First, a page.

Chorweiler Social Housing, Cologne


Chorweiler Social Housing, Cologne

Mismatches Functional adequacy Services
Urban Design Quality Liveability
Promotion and production Public promotion Industrialisation

Main objectives of the project

Gottfried Böhm's residential complex in Chorweiler, a key part of the new town built from 1957 onwards, exemplifies Brutalist architecture with its innovative design and exposed concrete facades. The centerpiece is a quarter-circle square bordered by a 9-storey curved apartment building with lively balconies and a ground floor featuring shops and a restaurant. Opposite this building is an L-shaped house with a pergola, and to the north, a pedestrian alley is lined with residential wings and apartments for the elderly. Böhm's design prioritizes human scale and livability, highlighting the importance of social housing in creating vibrant, community-oriented living spaces.


  • 1973: Construction
  • 1966: En proceso


  • Architect: Gottfried Böhm


Continent: Europe
Country/Region: Cologne, Germany


When planning the "new town of Chorweiler," which began construction in 1957 and stands as one of the largest satellite towns in the Federal Republic, the construction tasks were distributed among various architectural firms to achieve a diverse range of building styles. Among these, one residential complex, designed by Gottfried Böhm, stands out due to its wealth of shapes and colors, as well as its unique architectural language. This brutalist social housing complex features an innovative and bold design.

At the center of the residential complex on Ripphahnsche Strasse is a square shaped like a quarter circle. On the west side, this square is bordered by a 9-storey apartment building that follows the curve of the square. The building features a colonnade spanning the first two floors, with supports that define the structure of the façade. The dense arrangement of balconies and their vertical connections create a lively façade structure. The ground floor houses shops and a restaurant.

Opposite the 9-storey building, a house with a pergola and an L-shaped floor plan encloses the square. To the north, the square connects to a pedestrian alley. This alley is bordered on one side by residential wings, which step down in height from 9 to 7 storeys, and on the other side by two-storey apartments for the elderly.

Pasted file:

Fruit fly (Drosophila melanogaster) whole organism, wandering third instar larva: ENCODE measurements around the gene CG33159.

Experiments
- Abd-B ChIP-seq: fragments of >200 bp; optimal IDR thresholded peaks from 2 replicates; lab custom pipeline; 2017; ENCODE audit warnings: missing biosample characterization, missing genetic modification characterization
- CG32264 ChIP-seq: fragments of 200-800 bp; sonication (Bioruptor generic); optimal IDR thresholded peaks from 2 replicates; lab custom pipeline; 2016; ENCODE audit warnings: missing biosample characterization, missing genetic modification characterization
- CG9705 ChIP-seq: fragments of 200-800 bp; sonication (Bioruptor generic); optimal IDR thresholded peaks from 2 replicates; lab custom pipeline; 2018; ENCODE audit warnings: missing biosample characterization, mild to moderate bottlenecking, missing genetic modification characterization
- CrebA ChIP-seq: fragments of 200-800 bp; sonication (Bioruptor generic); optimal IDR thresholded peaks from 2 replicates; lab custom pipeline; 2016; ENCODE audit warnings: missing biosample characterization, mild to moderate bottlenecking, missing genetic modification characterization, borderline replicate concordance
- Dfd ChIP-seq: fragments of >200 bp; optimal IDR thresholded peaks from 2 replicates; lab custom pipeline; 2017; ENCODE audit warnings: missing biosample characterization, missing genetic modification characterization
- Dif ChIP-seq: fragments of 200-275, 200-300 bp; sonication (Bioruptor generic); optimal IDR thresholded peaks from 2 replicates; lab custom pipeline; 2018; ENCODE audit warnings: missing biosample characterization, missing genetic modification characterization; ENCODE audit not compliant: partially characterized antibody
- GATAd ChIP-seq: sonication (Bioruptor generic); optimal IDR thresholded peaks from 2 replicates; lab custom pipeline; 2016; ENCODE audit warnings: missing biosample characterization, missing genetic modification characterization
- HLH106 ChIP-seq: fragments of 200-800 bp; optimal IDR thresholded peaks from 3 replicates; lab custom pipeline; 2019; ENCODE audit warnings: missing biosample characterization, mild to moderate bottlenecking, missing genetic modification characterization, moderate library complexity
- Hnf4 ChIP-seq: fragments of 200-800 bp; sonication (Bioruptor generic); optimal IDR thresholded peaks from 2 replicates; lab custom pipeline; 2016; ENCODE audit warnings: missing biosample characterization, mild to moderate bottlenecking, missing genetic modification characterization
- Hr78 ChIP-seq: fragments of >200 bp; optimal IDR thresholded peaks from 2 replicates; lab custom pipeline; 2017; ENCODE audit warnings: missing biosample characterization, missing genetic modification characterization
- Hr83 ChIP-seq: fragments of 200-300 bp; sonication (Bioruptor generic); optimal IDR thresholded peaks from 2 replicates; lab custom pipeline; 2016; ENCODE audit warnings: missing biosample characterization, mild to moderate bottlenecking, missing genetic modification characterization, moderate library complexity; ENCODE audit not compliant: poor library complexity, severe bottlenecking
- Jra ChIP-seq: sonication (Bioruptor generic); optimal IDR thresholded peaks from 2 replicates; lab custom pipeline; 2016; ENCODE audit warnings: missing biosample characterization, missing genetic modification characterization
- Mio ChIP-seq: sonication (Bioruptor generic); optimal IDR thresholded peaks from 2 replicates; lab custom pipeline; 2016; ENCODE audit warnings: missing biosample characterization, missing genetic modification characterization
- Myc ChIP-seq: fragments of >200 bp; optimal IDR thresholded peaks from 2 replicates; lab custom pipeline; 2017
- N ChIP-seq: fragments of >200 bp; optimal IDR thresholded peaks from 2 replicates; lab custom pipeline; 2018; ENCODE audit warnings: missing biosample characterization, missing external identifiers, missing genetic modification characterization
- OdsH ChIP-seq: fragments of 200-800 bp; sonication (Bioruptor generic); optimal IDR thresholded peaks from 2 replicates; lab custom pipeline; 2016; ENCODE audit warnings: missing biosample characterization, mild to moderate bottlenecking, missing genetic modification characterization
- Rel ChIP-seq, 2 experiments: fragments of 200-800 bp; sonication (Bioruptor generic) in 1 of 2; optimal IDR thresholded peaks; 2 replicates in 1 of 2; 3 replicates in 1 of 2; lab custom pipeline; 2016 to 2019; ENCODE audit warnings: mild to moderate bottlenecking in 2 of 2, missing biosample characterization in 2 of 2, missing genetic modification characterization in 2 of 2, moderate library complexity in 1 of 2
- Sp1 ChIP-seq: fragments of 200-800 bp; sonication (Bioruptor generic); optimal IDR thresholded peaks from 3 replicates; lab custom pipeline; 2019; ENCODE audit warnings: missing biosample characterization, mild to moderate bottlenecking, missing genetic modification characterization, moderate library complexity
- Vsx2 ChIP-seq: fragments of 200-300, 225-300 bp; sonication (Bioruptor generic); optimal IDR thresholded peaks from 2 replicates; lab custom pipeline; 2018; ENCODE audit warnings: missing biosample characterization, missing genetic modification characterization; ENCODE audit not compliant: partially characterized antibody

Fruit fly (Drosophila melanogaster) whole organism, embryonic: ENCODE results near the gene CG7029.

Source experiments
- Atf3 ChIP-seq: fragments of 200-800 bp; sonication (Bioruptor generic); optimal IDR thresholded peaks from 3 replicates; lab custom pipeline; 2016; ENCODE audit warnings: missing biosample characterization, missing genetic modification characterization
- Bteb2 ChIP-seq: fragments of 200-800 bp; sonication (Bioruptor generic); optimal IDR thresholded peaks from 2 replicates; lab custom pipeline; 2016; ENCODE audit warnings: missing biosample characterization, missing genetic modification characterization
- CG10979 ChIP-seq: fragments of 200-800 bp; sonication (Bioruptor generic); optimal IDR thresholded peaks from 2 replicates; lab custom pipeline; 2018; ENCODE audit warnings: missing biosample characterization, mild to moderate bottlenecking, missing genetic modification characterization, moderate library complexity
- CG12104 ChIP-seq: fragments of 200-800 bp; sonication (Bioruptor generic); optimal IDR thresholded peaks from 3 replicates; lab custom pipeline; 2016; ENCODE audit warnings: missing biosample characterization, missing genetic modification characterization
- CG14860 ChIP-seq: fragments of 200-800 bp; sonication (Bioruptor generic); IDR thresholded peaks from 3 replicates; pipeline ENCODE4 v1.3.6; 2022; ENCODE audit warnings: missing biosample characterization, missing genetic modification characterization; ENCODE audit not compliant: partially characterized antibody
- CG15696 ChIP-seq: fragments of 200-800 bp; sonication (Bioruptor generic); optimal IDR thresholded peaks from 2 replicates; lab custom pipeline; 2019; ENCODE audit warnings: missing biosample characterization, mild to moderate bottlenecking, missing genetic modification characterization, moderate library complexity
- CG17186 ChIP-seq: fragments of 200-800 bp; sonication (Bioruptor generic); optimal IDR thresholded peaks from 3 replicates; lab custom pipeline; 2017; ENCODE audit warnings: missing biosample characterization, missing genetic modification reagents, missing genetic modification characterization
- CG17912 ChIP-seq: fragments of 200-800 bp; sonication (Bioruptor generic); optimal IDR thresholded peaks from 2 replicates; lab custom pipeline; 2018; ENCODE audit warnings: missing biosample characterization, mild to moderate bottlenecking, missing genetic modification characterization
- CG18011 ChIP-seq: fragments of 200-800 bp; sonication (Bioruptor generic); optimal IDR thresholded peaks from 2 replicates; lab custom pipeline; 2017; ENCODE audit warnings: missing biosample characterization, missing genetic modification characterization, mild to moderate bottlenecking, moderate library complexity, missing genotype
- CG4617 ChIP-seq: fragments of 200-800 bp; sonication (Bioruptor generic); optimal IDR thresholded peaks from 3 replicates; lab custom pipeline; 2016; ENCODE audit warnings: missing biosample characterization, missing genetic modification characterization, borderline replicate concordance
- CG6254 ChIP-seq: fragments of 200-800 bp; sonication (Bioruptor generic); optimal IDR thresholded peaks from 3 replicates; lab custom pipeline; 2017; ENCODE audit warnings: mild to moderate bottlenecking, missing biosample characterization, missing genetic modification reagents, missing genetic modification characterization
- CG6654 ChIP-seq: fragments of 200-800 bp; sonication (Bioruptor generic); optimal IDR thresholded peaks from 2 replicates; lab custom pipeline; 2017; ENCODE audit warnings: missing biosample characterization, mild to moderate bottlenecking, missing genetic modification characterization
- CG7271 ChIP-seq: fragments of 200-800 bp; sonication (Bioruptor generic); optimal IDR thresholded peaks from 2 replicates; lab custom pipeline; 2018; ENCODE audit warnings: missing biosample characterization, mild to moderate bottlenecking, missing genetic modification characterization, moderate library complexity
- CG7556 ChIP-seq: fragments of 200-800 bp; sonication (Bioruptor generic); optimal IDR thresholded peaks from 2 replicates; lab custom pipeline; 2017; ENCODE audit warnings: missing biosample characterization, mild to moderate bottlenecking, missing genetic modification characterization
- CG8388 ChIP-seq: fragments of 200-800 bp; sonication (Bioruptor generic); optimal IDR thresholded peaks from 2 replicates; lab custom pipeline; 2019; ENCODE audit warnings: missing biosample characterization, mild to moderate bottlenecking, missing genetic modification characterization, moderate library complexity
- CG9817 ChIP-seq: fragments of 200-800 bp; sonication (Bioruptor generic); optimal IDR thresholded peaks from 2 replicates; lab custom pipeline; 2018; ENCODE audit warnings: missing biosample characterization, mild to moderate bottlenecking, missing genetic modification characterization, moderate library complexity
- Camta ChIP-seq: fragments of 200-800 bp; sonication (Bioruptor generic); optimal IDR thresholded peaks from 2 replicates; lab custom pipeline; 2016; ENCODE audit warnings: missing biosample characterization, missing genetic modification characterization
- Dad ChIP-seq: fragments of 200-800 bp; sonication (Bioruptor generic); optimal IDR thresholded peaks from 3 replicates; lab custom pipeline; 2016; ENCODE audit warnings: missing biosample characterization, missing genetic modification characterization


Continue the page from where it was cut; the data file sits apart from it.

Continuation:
All buildings in the residential complex are concrete structures with exposed concrete facades. Beneath the alley is a garage floor, accessible by stairs with large, green intermediate landings that also provide natural lighting for the garage.

The apartments are largely designed to be open to two opposing directions, allowing residents to experience the daily rhythm of light within their homes. The kitchens are designed as glazed rooms located in the center of the apartments. In contrast to other parts of the Chorweiler housing estate, Gottfried Böhm's ensemble is characterized by its orientation towards human scale.

Gottfried Böhm's residential complex in Chorweiler is a testament to the Brutalist tradition, showcasing bold and innovative design through its wealth of shapes, colors, and architectural language. The use of exposed concrete facades and distinctive structural elements like the colonnade and densely arranged balconies exemplifies the Brutalist aesthetic. This complex not only contributes to the architectural diversity of Chorweiler but also underscores the importance of social housing. Böhm's design emphasizes human scale and livability, with features like dual-directional openness in the apartments and naturally lit garages, enhancing the quality of life for residents. The thoughtful integration of shops, restaurants, and accessible pedestrian pathways further supports a vibrant community, illustrating how architectural excellence can serve social purposes effectively.